For years – decades even – Germany’s approach to global politics was one of “adolescence and immaturity”, says Ferdinand Otto in Die Zeit. “Always criticise the Americans but hope that in the end they will fix things.” Now we’ve finally grown up. Since the Russian invasion, all the pacifist, trade-focused certainties of Berlin’s foreign policy have been swept away. The Nord Stream 2 gas pipeline from Russia has been cancelled. Germany is sending arms to Ukraine, ending a longstanding policy of blocking lethal weapons from being sent to war zones. In a “revolutionary” speech to parliament on Sunday, Chancellor Olaf Scholz pledged to increase Germany’s defence budget to more than 2% of GDP and created a special €100bn fund to upgrade our creaky military. Two liquid natural gas terminals will be constructed to help wean the country off Russian energy.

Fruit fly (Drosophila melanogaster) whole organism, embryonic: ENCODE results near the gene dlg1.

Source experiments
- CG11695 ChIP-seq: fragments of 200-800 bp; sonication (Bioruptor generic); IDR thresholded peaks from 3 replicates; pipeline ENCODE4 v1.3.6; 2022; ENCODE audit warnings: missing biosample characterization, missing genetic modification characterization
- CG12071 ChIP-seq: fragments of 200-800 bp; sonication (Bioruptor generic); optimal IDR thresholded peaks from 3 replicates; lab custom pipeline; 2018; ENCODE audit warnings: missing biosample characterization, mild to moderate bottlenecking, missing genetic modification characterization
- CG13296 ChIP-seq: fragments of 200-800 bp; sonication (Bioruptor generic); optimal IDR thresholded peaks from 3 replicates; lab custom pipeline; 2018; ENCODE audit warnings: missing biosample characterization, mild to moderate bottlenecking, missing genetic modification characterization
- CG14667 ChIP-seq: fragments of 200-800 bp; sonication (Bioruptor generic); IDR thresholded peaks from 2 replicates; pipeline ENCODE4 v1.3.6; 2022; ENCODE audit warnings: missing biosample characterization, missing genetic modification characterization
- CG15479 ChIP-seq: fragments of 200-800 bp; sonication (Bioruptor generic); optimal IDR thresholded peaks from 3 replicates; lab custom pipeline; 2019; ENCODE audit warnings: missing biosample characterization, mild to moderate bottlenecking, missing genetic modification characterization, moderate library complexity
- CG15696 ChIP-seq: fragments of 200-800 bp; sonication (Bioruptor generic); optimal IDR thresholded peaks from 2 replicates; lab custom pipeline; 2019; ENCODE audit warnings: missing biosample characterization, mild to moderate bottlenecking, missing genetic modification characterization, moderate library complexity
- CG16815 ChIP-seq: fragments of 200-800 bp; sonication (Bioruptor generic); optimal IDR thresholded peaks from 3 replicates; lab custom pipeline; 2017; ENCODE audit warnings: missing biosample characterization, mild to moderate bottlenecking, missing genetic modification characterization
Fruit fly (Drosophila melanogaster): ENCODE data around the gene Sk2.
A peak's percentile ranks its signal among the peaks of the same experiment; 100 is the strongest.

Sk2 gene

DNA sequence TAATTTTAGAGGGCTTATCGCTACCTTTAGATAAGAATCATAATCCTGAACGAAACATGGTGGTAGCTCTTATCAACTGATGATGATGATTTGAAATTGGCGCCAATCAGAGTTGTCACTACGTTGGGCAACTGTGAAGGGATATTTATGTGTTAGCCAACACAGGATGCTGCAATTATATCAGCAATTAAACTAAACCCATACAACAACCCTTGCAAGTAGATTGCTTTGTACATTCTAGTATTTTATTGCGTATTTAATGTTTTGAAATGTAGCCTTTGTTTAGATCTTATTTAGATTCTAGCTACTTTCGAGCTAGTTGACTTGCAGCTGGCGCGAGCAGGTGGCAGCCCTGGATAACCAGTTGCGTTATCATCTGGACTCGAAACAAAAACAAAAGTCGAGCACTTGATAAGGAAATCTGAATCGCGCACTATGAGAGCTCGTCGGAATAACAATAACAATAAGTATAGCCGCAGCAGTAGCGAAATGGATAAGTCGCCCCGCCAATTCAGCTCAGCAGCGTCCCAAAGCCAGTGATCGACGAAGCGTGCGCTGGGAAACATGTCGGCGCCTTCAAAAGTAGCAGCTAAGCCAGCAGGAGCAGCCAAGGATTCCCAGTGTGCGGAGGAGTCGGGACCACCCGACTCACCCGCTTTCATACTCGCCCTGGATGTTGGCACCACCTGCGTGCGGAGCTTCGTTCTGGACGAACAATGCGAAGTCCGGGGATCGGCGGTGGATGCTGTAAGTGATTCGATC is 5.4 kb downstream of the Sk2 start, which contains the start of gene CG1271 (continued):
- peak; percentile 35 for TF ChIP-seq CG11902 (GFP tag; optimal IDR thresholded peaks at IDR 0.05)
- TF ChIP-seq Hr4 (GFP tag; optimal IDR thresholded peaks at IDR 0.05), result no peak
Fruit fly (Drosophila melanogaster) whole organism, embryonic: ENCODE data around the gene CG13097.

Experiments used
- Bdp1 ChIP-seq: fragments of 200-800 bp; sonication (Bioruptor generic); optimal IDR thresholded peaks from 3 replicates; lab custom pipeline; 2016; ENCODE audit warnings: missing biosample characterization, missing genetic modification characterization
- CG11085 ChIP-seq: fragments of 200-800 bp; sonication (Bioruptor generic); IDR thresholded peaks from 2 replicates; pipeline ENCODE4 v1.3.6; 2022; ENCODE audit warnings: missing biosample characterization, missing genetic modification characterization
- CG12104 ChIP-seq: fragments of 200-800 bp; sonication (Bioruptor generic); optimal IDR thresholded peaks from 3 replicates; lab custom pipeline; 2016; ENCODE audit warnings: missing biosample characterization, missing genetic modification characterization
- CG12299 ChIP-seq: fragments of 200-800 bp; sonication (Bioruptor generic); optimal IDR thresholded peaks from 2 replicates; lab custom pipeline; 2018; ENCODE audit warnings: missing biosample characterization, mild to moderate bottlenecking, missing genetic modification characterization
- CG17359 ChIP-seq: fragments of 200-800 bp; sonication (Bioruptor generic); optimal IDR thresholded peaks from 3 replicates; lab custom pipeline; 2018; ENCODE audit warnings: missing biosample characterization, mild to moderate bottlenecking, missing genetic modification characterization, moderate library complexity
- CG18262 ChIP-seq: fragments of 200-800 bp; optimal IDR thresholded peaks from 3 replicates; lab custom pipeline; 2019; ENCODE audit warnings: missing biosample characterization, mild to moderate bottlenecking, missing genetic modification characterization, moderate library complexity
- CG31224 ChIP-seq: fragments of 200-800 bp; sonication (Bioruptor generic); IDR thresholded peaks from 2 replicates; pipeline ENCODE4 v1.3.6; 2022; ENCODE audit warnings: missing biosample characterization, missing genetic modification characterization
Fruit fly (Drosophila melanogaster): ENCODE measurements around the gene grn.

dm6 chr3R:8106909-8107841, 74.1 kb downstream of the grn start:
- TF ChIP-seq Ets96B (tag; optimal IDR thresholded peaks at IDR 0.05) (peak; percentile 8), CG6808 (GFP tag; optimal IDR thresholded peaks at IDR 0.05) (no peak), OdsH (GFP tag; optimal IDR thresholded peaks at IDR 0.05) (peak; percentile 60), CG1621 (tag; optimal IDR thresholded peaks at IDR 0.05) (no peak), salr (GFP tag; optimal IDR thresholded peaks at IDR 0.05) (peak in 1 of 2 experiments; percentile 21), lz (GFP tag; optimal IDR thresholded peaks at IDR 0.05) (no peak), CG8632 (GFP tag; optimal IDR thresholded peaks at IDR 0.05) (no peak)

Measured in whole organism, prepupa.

This is all the more remarkable given that Scholz is a Social Democrat, a party that for years has clung to former chancellor Willy Brandt’s policy of engagement with Moscow. Germany’s change of heart might have come suddenly, but no one “can seriously claim to have been surprised” about Russia’s actions. Putin had been moving troops and equipment to the front line for months. We can only hope this long-overdue response will ensure that similar crimes do not happen again.